Environment: The Silkwood Mystery

  • Share
  • Read Later

(2 of 2)

Meantime, the AEC launched its own probe of working conditions at the plant. The commission's records showed that since Kerr-McGee started its plutonium operations in 1970, 17 safety lapses—in which 73 employees were contaminated—had been reported. The union produced a list of 39 additional allegations of sloppiness in plutonium handling. Then in mid-December, two new cases involving five persons were reported to the AEC; Kerr-McGee quickly denounced them as "contrived." Yet the incidents were serious enough to force the company to shut the plant for more than two weeks.

Last week the AEC completed its investigation. It found that only three of the 39 union allegations represented violations of the commission's standards, though another 17 had "substance or partial substance." The report pleased Kerr-McGee, but the union was "not satisfied." Environmental groups also pointed out that the AEC needed the fuel rods and thus had a clear interest in keeping Kerr-McGee's plant in operation.

The most startling finding by the AEC was that Silkwood's contamination "probably did not result from an accident or incident within the plant." There were plutonium traces on her skin though no accidental release had occurred in the plant. In addition, tests showed that Silkwood had "ingested" plutonium. Furthermore, two urine samples were proved to have been contaminated after they had been excreted; this showed that the samples had been doctored by someone. The evidence thus suggests that Silkwood had purposely contaminated herself and had probably smuggled a minute amount of plutonium home from the plant. Why? Perhaps to embarrass the company and thus strengthen the union's bargaining position at negotiations late last November. Or perhaps Silkwood was emotionally unbalanced.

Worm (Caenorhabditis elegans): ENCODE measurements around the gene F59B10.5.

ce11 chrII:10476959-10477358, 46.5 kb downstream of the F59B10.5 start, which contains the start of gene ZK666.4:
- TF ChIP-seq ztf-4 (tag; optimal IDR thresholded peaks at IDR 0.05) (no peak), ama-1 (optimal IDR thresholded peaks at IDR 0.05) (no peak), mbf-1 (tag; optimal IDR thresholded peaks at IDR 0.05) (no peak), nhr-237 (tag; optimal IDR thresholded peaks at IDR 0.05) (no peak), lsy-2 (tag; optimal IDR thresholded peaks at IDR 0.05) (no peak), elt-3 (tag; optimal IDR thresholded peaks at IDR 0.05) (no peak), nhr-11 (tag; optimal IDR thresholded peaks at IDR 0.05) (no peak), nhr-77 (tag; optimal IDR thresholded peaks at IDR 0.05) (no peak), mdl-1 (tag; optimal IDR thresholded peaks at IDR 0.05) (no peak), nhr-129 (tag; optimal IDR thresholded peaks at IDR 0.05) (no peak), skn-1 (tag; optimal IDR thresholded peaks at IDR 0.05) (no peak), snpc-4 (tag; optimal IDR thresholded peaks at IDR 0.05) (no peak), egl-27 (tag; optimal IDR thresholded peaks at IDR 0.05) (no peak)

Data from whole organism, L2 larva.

It seems clear that Kerr-McGee has not been as diligent as necessary in protecting its workers from plutonium. The union has nonetheless been overzealous in its allegations of carelessness by the company. And both the AEC and its private contractors need to exercise increased vigilance in guarding the plutonium against theft or misuse by unstable or conspiratorial employees. As for the cause of Silkwood's death, that remains as mysterious as ever.

  1. 1
  2. 2
  3. Next Page